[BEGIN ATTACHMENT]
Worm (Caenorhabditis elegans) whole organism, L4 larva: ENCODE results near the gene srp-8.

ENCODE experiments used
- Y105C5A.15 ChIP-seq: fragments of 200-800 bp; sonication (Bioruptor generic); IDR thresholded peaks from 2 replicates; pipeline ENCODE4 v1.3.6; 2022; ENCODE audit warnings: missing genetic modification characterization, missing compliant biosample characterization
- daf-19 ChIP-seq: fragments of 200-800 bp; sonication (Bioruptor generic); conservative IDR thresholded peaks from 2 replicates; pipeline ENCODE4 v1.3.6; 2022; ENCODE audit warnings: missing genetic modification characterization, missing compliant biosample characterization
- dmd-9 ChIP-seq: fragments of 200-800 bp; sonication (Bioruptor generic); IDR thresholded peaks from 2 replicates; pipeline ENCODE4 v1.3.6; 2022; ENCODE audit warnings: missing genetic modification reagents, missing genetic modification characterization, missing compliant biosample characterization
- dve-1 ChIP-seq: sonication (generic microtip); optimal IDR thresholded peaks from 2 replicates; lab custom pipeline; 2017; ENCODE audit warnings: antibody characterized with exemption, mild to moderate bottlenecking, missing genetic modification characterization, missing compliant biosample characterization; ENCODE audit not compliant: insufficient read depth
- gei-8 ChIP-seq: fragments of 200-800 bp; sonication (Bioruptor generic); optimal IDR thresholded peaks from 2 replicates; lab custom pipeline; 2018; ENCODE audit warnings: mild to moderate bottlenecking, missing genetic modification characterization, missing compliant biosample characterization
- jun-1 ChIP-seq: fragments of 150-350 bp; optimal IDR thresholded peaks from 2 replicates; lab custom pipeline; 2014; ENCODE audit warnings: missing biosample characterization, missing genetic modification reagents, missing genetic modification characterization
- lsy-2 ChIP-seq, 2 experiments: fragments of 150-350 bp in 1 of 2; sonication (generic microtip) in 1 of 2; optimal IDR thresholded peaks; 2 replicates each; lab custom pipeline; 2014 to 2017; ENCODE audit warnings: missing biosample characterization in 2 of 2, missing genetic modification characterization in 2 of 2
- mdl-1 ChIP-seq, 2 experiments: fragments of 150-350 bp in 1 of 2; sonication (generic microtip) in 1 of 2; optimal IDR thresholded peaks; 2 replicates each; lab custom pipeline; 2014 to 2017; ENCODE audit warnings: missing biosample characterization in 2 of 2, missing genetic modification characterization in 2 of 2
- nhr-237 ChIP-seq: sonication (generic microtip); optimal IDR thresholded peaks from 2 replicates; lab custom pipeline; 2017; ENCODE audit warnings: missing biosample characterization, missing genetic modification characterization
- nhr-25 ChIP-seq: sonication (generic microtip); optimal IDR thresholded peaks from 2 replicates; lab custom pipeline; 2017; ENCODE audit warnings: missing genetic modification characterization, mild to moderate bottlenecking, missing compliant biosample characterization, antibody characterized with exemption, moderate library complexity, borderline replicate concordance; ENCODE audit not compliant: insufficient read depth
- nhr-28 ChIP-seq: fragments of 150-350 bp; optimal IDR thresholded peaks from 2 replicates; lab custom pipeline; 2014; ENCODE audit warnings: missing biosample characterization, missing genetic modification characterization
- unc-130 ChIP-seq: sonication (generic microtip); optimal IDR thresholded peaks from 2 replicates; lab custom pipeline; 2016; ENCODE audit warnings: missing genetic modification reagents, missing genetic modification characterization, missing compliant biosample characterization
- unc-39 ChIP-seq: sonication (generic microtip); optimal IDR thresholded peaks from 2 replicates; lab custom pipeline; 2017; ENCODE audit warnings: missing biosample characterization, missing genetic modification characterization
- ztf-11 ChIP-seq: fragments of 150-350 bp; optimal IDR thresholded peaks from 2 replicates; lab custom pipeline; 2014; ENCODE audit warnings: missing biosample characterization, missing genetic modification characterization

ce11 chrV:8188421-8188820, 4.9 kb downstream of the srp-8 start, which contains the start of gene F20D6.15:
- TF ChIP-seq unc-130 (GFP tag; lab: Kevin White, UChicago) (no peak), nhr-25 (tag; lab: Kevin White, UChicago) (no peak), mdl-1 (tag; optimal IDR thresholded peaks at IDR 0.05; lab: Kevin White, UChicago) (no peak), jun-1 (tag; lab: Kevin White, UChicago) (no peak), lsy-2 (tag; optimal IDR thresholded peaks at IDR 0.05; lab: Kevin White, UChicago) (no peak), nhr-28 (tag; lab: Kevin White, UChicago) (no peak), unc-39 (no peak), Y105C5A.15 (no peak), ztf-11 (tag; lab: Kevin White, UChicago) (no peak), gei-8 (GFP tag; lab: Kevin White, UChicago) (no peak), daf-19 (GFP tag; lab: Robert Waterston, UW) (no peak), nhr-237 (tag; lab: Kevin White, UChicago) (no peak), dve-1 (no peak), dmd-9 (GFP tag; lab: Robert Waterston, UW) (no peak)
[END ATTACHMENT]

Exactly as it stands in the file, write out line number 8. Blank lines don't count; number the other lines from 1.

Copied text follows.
- jun-1 ChIP-seq: fragments of 150-350 bp; optimal IDR thresholded peaks from 2 replicates; lab custom pipeline; 2014; ENCODE audit warnings: missing biosample characterization, missing genetic modification reagents, missing genetic modification characterization